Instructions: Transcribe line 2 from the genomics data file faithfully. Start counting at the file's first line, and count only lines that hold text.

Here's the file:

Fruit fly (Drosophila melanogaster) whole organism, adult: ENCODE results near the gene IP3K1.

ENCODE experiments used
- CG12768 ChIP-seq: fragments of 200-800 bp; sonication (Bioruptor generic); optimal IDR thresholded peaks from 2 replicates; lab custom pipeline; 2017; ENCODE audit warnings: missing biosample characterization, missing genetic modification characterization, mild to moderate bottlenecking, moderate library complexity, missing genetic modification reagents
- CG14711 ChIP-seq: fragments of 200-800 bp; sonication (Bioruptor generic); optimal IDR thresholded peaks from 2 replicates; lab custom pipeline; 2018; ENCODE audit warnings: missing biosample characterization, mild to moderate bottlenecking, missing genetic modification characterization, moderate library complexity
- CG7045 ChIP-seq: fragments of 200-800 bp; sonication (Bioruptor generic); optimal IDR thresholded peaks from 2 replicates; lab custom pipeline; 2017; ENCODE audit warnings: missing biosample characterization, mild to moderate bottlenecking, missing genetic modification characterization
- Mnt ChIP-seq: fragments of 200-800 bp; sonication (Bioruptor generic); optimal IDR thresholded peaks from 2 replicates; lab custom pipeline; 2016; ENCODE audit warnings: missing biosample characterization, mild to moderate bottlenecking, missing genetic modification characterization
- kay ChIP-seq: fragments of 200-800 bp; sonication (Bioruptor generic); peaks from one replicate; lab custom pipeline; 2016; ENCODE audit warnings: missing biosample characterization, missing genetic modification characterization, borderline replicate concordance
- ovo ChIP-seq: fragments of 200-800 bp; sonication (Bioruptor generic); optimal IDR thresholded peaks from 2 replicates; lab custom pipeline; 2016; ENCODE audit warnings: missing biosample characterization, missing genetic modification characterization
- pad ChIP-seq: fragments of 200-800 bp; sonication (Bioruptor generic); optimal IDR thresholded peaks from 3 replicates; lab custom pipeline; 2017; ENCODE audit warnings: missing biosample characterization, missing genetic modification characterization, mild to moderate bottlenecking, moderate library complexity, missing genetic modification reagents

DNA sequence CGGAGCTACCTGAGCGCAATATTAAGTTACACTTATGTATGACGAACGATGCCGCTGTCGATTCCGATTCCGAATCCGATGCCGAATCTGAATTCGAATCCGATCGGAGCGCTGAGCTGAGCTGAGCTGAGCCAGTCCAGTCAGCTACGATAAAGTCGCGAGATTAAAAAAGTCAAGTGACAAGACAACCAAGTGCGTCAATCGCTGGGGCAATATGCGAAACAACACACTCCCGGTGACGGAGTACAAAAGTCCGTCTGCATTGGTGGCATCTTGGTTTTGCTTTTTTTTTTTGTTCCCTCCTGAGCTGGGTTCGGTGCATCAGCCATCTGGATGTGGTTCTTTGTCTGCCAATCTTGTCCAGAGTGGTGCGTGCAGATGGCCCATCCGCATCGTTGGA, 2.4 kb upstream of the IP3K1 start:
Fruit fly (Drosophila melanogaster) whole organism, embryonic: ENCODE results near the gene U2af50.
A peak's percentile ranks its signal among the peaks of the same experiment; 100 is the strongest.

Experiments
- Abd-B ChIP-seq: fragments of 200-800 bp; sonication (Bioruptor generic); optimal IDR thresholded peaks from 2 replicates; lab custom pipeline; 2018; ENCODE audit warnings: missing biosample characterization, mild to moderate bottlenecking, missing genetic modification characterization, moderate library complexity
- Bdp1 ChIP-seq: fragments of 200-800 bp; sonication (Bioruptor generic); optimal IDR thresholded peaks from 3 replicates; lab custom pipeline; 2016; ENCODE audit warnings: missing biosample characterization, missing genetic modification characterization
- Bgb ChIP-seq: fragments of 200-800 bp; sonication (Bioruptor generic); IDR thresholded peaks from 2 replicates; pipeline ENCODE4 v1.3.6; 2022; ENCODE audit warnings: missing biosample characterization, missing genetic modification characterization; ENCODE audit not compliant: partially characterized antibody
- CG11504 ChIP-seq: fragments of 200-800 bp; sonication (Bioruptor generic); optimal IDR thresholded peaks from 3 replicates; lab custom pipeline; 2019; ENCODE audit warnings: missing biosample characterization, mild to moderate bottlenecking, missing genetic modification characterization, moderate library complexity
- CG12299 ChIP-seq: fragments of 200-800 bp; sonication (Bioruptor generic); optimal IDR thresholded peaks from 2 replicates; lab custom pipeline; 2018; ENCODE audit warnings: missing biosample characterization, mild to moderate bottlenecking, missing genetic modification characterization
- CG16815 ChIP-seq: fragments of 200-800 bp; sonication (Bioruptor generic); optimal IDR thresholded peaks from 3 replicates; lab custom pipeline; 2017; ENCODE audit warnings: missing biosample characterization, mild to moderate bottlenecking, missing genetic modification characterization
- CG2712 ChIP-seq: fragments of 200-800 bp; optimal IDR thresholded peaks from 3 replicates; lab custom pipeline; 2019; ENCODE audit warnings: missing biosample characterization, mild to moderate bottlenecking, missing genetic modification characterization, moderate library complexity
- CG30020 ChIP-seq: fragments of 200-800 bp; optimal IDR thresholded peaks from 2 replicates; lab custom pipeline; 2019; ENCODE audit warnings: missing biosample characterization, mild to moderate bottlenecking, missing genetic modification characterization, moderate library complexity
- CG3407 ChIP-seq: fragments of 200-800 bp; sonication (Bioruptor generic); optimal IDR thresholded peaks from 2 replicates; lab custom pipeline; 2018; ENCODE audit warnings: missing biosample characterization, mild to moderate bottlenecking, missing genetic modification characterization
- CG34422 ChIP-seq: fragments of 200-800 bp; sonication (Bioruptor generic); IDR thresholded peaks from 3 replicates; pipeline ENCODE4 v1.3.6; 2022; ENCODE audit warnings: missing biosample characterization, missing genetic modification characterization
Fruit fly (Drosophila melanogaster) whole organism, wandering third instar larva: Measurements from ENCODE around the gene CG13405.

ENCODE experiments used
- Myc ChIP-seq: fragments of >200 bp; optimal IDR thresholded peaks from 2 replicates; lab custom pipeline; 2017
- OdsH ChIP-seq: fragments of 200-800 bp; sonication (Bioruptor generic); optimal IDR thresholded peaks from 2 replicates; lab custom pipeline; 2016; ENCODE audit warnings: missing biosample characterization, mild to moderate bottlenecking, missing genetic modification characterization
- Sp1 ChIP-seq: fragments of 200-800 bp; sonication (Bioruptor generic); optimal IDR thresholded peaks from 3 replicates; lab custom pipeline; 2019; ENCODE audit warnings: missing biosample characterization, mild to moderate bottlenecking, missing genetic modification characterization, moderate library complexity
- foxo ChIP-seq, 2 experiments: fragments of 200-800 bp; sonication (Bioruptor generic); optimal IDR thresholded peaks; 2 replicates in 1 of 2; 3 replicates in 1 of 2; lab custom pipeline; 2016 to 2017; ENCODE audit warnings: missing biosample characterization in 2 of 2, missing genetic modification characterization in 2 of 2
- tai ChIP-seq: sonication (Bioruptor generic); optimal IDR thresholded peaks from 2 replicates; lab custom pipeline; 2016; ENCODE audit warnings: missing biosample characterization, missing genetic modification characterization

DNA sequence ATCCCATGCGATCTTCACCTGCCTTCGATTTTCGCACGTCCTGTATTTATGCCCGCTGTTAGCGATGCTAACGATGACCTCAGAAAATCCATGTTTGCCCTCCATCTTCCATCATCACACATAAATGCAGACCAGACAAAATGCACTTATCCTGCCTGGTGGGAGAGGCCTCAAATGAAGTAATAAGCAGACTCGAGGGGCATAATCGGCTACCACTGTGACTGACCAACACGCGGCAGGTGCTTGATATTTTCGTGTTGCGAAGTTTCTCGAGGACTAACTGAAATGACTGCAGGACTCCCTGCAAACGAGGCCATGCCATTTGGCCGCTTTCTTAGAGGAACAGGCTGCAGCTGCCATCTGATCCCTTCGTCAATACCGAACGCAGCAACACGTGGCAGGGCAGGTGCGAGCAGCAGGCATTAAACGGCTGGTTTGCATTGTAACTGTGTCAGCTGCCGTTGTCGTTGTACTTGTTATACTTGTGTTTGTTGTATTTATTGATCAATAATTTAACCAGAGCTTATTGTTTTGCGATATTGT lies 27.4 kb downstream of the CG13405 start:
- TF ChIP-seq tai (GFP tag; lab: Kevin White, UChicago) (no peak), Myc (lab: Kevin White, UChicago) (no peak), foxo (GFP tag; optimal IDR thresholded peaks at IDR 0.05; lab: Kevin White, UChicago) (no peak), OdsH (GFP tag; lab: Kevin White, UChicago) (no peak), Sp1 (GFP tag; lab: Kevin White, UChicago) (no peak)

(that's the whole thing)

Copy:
ENCODE experiments used